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Vote Alert: Release dangerous criminals from federal prisons

This vote was to pass the First Step Act, an expansive prison reform bill that reduces prison sentences for drug traffickers, increases the discretion judges have to avoid mandatory sentencing, and mandates that administrative agencies create ill-defined programs to accelerate release for federal prisoners.

A conservative approach to criminal justice should be rooted in downgrading nebulous, over-criminalized regulatory crimes while getting tougher on those who harm other people and fuel the violence in our major cities. Unfortunately, far from applying only to low-level, nonviolent, first-time offenders, as proponents suggest, the First Step Act offers front-end and back-end leniencies in sentencing and time served for many hardened criminals, including criminal illegal aliens.

This legislation:

  • Reduces mandatory sentences for many of the worst repeat drug traffickers targeted by federal prosecutors during the worst drug crisis in American history. Every repeat drug trafficker subject to the mandatory minimums, including high-level international cartel officials, will benefit from reduced mandatory sentencing regardless of their prior criminal history or the type of drug.
  • Expands the safety valve, which allows judges to avoid the mandatory sentencing altogether, to include people who potentially have a significant criminal history, as opposed to first-time criminals.
  • Offers numerous back-end early release programs that apply retroactively so that many (but not all) drug traffickers and many other dangerous criminals in the federal system can serve at least one-third of their sentences in home confinement or full release into parole. Roughly 4,000 felons, including those with extensive records of violence and gang membership, will be eligible for immediate release when this bill becomes law. Between front-end and back-end sentencing cuts, many repeat drug traffickers will see their sentences cut in half.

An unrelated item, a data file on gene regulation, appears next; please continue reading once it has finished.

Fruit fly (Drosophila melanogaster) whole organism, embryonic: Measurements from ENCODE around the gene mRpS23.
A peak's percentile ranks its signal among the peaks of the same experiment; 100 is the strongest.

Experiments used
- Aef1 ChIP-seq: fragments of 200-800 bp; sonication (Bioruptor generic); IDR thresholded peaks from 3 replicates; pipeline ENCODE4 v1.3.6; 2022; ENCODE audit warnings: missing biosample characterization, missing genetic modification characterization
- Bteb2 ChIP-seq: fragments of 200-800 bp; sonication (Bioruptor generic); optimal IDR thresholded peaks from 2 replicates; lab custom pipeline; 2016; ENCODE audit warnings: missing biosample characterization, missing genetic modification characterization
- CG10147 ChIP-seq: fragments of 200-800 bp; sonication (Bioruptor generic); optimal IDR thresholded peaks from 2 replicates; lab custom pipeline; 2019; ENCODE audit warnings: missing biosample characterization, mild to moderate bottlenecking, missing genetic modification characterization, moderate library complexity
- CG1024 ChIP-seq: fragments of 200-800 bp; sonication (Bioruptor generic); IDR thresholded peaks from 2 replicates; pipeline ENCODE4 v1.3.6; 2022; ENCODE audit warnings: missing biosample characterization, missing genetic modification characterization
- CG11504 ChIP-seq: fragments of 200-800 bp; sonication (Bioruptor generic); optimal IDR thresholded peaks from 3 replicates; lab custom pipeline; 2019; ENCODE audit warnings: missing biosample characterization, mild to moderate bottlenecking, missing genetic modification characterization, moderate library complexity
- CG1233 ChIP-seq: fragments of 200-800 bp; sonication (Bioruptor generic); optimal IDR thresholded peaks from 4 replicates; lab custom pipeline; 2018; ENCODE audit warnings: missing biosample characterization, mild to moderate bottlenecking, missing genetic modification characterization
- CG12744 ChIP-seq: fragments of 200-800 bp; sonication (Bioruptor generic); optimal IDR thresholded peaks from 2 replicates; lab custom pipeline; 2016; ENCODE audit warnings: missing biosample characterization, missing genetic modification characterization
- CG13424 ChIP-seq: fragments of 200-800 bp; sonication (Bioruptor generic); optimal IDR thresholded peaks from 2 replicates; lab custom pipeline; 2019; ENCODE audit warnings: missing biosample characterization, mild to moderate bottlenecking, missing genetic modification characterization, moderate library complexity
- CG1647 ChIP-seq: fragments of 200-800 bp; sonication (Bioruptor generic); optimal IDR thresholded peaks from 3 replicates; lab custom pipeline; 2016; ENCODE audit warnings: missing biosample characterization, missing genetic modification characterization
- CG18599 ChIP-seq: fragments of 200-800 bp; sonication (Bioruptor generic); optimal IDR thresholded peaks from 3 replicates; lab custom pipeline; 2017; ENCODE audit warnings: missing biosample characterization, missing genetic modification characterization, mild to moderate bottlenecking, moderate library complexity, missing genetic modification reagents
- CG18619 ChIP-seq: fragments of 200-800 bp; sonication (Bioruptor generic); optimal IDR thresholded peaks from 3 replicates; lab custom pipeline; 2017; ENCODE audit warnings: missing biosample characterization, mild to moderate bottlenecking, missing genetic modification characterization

Many conservative organizations and activist groups supported this legislation under the belief that participation in the training and educational programs required to qualify for early release will help reduce recidivism for ex-convicts and lower crime in the long term. However, that optimistic belief in criminal justice reform principles glossed over the actual text of the First Step Act and the nature of the federal prison system.

The federal prison population is only about 10 percent of the nationwide incarcerated population and on average is made up of the most dangerous criminals, particularly the ones serving for drug trafficking. While supporters of the bill argue that incarceration rates in the United States are at record levels broadly, that is simply not true, particularly in federal prison. The federal prison population shrank by 17.6 percent in raw numbers from 2013 to the present. State prison populations have declined every year for the past decade, and with the population growing, the percentage of adults in the U.S corrections system (combined federal and state) is lower than at any time since 1993.